Vera Bradley Foundation Center for Breast Cancer Research
Active Research in Breast Cancer Prevention and Early Detection
Groundbreaking research is being conducted by members of the Vera Bradley Foundation for Breast Cancer Research Laboratories to prevent and detect breast cancer.
Ethnic and Racial Differences in Breast Cancer Diagnosis
Breast cancer rates for African-Americans women are greater than in Caucasian women, especially for aggressive types of breast cancer. Hypotheses on why this occurs range from disparities in access to breast screening and quality care and social and physical stresses to biology of healthy tissue.
Hari Nakshatri, PhD, is leading an effort to determine if differences in the normal healthy breast tissue of African American and Caucasian individuals might reveal susceptibility to specific types of tumors. Early data suggests that African American women tend to have a higher number of healthy breast cells that can become more aggressive if cancer develops. Nakshatri is growing non-cancerous breast cells from different racial and ethnic groups and then exposing them to different carcinogens in his laboratory to trigger cancer. This work will determine pathways involved in the very early development of breast cancer and how they differ among racial and ethnic groups. This understanding could lead to new screening or prevention options, better tailored to a patient’s individual risk.
To determine if social and physical stresses play a role in tumor type, Brittney-Shea Herbert, PhD; Anna Maria Storniolo, MD; and Hiromi Tanaka, PhD; along with behavioral and social scientists, deployed a questionnaire to explore the correlation of cumulative stress (emotional or physical) to telomere length, an indicator of both stress and the onset of breast cancer. Telomeres are caps on the tips of chromosomes that preserve genetic integrity. As people age, the tips become shortened making individuals more susceptible to disease and death.
Risk Factors for Triggering Cancer
Scientists in the Vera Bradley Foundation for Breast Cancer Research Center at IU School of Medicine are exploring predictors of breast cancer, including obesity and inflammation.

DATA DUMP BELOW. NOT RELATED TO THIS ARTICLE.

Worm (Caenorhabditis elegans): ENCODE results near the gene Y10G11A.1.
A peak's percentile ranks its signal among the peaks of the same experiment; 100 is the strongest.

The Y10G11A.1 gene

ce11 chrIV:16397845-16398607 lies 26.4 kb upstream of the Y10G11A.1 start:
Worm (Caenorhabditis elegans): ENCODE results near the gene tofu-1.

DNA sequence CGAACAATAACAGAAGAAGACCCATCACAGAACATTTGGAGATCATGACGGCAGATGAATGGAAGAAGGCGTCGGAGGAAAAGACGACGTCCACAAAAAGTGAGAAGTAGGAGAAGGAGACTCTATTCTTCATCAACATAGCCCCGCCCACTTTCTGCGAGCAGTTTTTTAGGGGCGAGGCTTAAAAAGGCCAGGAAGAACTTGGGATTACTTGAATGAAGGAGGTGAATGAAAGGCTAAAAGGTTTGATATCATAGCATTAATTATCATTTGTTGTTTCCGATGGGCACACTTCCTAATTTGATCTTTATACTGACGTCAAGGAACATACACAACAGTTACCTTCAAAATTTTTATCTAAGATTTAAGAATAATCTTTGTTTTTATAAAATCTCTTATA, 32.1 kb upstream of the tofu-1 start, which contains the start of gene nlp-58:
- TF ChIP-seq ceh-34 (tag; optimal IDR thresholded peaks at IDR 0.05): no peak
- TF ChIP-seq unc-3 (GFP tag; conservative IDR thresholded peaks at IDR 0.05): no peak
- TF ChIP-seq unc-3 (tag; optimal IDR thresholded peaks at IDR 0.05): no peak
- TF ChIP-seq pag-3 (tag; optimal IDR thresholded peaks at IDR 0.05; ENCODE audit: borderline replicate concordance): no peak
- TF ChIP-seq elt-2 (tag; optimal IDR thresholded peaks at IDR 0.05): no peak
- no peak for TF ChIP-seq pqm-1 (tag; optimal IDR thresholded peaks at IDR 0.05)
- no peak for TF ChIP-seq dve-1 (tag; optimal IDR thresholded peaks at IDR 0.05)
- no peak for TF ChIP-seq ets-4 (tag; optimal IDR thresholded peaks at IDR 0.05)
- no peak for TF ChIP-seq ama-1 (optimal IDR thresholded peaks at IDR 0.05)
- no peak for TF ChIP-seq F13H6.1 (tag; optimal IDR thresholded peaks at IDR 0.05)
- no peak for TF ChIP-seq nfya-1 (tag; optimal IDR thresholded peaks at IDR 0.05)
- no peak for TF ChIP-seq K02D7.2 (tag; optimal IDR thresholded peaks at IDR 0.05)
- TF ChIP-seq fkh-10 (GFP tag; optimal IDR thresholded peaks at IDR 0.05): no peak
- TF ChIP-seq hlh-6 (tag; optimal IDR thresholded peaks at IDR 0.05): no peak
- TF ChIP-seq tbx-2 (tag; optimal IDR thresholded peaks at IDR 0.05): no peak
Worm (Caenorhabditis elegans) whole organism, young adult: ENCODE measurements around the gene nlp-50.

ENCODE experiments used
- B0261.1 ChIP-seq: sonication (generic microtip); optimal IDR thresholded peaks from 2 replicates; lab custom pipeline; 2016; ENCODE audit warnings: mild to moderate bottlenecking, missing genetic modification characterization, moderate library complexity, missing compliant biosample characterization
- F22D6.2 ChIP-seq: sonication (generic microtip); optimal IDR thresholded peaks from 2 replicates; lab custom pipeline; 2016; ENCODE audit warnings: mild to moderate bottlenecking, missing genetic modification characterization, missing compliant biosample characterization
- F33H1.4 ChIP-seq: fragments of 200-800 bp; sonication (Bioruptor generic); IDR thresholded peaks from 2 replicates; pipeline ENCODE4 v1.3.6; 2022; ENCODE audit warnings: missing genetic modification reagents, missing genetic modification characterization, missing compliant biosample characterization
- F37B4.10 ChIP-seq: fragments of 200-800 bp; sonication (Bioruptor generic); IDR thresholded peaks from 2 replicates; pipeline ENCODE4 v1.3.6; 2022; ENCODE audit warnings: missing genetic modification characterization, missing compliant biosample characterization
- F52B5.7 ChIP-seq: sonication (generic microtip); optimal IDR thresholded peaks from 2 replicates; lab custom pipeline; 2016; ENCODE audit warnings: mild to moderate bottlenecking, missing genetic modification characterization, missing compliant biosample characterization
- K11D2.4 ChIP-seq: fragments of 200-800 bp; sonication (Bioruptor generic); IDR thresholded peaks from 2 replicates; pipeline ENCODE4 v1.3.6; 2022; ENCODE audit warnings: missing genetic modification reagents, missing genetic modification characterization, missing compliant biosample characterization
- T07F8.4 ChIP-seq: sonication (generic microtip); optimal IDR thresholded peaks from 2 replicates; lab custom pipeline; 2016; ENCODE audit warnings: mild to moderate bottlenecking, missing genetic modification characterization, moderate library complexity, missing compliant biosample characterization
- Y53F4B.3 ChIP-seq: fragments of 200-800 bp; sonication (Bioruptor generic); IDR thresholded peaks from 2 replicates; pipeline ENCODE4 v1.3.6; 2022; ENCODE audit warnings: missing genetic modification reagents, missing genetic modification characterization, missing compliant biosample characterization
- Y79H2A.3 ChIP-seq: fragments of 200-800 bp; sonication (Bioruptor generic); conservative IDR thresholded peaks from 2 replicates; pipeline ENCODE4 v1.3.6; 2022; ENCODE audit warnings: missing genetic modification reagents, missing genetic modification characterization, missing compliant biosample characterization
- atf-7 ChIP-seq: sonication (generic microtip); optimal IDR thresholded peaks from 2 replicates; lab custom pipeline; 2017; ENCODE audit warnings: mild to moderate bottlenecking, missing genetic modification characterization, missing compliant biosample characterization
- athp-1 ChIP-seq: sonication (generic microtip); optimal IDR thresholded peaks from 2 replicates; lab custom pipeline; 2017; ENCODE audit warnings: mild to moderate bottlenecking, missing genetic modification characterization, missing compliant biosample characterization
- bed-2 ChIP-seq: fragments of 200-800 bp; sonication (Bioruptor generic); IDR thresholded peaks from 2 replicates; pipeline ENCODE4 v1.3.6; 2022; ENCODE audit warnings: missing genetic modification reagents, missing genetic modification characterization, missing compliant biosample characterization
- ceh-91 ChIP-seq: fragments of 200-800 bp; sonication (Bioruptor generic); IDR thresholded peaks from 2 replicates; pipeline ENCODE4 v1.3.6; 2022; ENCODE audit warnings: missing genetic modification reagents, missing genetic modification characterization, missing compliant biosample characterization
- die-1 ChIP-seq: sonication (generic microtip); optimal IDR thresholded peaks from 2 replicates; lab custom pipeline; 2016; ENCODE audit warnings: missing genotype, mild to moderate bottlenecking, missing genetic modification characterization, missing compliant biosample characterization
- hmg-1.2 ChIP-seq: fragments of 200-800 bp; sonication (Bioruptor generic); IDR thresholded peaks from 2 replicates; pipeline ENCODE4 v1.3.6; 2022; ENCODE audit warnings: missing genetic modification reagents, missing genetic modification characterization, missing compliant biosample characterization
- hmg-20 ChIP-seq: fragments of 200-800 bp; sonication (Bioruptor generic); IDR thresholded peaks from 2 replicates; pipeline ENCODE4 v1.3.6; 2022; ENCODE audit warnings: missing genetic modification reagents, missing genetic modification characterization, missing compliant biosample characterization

Obesity is a known risk factor for breast cancer, and two trials underway at IU School of Medicine are aimed at explaining why. Together, Anna Maria Storniolo, MD and Tarah Ballinger, MD will soon be publishing the results of a study that compared obese women who take metformin, commonly prescribed for Type 2 diabetes, to obese women who do not take metformin. The goal of the study was to determine if women taking metformin reduce their risk for breast cancer. A separate bariatric surgery trial will provide data on the biologic changes that occur with substantial weight loss. Comparison of the results of these two studies will allow breast cancer researchers to develop new prevention strategies for obese women.
In a separate study, Natascia Marino, PhD, is comparing normal breast and cancerous breast tissue and has discovered signs of inflammation in normal tissue from people who went on to develop breast cancer. This inflammation is not present in tissue that isn’t cancerous. Her investigations focus on the earliest steps in cancer development, finding molecular changes long before the tissue looks abnormal to a pathologist. She has found signs of increased energy production through fatty acid metabolism and immune system dysregulation, which may signal the origins of how the breast cancer disease develops.
Similarly, the Nakshatri Laboratory is comparing normal, tumor-adjacent normal and tumor tissues, and its scientists have observed inflammatory changes in breast tissue adjacent to the tumor. Future studies will focus on validating the presence of inflammation. If verified, inflammation biomarkers will be identified and developed as breast cancer prediction tools.